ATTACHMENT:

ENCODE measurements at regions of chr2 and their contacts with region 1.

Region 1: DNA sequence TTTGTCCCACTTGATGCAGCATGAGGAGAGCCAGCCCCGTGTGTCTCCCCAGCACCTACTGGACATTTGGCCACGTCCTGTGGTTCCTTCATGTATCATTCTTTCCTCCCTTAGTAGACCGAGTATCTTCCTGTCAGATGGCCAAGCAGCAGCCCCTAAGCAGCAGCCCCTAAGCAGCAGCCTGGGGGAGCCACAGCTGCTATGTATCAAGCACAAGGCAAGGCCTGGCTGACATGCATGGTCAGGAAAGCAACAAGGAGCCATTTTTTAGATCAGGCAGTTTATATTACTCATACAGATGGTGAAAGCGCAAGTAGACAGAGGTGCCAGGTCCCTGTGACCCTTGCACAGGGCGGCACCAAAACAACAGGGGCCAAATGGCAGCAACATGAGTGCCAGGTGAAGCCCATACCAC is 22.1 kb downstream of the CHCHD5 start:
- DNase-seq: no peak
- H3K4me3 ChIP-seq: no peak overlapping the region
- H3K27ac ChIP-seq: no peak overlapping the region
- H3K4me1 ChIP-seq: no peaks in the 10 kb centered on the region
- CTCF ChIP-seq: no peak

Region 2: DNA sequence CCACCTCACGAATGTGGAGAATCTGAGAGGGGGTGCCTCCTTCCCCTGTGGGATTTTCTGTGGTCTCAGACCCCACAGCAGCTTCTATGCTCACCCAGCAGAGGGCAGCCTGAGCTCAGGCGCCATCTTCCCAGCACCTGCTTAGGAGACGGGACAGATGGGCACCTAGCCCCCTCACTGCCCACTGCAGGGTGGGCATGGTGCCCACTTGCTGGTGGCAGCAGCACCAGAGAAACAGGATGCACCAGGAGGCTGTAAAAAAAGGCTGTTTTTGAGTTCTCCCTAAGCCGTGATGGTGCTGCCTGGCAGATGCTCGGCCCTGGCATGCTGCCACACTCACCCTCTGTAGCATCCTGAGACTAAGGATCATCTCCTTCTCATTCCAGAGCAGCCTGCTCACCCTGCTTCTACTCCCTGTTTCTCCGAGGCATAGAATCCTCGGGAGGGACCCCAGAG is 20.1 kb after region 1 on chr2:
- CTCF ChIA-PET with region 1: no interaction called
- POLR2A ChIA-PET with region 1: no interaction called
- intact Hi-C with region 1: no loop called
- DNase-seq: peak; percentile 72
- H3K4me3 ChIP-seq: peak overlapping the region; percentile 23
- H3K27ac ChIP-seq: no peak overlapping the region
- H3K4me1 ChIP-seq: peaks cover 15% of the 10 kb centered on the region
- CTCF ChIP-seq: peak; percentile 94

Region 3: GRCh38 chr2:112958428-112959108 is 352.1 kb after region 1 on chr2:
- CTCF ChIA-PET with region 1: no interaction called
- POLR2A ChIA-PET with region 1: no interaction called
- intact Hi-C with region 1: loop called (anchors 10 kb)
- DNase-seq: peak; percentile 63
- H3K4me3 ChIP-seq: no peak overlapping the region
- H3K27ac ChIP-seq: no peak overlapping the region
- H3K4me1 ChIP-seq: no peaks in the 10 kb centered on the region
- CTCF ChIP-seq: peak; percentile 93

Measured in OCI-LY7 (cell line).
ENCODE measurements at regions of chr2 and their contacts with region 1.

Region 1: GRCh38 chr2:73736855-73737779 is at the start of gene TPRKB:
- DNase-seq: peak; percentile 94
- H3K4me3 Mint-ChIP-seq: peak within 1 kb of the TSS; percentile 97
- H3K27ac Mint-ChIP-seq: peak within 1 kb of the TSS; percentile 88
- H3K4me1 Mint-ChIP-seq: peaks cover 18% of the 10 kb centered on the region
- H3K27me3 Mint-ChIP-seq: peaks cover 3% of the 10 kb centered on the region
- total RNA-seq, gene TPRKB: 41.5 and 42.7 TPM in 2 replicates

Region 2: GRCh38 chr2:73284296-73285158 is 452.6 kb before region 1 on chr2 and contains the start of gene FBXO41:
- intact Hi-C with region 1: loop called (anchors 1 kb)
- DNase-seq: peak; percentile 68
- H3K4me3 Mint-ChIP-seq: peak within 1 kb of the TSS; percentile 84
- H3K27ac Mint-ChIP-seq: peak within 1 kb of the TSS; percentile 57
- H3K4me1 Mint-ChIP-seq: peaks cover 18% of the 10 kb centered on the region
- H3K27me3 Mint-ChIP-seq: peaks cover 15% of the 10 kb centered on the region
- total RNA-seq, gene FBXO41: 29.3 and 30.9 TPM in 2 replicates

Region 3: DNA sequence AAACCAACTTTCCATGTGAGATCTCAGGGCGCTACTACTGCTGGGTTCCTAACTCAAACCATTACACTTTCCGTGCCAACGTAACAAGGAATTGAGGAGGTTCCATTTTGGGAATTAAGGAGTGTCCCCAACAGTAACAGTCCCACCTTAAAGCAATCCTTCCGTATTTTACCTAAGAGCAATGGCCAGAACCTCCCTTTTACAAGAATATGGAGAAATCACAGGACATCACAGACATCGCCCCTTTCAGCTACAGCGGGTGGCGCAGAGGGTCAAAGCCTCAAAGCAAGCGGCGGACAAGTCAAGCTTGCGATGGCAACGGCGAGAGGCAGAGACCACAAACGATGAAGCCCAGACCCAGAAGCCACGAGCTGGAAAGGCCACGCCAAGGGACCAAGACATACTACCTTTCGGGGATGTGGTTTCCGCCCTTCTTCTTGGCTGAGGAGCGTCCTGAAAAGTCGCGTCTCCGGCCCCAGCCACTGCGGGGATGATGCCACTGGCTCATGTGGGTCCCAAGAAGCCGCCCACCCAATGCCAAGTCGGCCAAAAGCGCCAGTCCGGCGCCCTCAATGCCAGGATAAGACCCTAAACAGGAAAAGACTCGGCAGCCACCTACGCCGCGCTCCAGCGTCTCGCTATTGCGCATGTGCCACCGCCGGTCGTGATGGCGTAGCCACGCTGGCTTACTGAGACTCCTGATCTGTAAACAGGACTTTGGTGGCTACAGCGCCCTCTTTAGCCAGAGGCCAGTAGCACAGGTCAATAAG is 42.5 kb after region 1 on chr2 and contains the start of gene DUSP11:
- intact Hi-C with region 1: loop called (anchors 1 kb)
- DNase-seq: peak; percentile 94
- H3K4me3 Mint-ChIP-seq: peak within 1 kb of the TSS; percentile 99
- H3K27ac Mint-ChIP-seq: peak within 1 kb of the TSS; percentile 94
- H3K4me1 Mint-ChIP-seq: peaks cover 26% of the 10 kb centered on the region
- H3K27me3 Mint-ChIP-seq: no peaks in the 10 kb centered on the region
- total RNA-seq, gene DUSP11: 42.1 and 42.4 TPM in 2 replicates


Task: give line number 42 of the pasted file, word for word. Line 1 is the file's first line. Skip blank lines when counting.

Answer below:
- total RNA-seq, gene FBXO41: 29.3 and 30.9 TPM in 2 replicates